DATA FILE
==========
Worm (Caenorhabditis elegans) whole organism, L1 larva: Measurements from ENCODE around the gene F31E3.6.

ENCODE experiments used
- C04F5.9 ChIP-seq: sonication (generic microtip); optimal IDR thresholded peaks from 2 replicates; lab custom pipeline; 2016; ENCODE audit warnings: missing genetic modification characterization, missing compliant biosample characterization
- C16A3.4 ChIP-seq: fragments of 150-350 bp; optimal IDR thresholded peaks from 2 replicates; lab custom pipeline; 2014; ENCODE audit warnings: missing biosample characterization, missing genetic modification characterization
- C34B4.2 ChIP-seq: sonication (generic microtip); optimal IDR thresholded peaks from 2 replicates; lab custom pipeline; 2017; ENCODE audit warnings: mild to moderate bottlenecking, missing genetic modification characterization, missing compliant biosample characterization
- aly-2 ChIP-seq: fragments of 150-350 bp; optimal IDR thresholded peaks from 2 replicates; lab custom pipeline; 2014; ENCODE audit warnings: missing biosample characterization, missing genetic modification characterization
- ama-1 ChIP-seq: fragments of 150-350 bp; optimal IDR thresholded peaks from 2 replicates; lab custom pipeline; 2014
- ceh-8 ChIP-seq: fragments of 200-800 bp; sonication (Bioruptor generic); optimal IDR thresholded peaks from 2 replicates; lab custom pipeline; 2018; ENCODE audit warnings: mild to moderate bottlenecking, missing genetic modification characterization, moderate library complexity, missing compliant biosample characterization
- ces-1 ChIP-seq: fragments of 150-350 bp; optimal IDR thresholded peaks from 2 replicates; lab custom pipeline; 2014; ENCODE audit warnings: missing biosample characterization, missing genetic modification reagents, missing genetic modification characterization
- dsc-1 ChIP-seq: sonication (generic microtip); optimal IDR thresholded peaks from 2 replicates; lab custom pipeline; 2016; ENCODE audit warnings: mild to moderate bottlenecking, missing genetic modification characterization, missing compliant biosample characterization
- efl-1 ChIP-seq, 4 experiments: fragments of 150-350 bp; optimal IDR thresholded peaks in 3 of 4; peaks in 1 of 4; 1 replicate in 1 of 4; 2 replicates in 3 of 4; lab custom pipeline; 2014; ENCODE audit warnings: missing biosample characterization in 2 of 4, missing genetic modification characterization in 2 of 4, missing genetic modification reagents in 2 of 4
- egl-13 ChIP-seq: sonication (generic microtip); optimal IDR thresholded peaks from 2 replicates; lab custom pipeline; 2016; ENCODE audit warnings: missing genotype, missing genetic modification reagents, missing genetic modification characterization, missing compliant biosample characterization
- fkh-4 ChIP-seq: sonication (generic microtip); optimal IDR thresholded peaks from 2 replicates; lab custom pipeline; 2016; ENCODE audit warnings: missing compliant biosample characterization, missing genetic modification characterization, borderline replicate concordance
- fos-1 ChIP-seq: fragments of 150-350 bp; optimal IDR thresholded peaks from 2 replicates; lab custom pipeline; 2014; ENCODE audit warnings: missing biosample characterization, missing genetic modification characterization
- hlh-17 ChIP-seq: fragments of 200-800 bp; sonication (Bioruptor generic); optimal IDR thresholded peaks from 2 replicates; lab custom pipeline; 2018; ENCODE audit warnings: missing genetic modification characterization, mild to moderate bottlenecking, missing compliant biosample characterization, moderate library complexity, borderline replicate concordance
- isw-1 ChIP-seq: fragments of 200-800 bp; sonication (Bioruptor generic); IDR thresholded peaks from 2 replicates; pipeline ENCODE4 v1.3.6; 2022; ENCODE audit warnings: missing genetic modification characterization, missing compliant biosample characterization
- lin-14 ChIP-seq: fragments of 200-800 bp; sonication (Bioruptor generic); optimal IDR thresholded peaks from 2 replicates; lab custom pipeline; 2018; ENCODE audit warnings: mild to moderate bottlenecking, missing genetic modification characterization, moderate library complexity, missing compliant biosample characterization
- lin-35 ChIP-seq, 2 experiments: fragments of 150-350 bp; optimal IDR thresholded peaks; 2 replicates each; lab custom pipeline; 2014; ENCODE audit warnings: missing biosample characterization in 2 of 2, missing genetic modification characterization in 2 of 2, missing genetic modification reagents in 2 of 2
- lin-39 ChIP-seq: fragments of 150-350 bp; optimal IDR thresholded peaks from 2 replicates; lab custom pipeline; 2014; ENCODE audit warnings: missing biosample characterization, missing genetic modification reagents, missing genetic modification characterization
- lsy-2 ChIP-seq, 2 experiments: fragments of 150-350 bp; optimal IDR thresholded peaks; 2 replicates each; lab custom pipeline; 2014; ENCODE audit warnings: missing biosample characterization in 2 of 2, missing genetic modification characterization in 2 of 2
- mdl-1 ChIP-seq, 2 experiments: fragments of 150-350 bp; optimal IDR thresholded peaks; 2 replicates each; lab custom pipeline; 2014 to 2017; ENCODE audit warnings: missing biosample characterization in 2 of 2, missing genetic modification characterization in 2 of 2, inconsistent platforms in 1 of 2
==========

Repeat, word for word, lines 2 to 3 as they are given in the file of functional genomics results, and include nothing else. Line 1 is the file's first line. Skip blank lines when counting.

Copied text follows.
ENCODE experiments used
- C04F5.9 ChIP-seq: sonication (generic microtip); optimal IDR thresholded peaks from 2 replicates; lab custom pipeline; 2016; ENCODE audit warnings: missing genetic modification characterization, missing compliant biosample characterization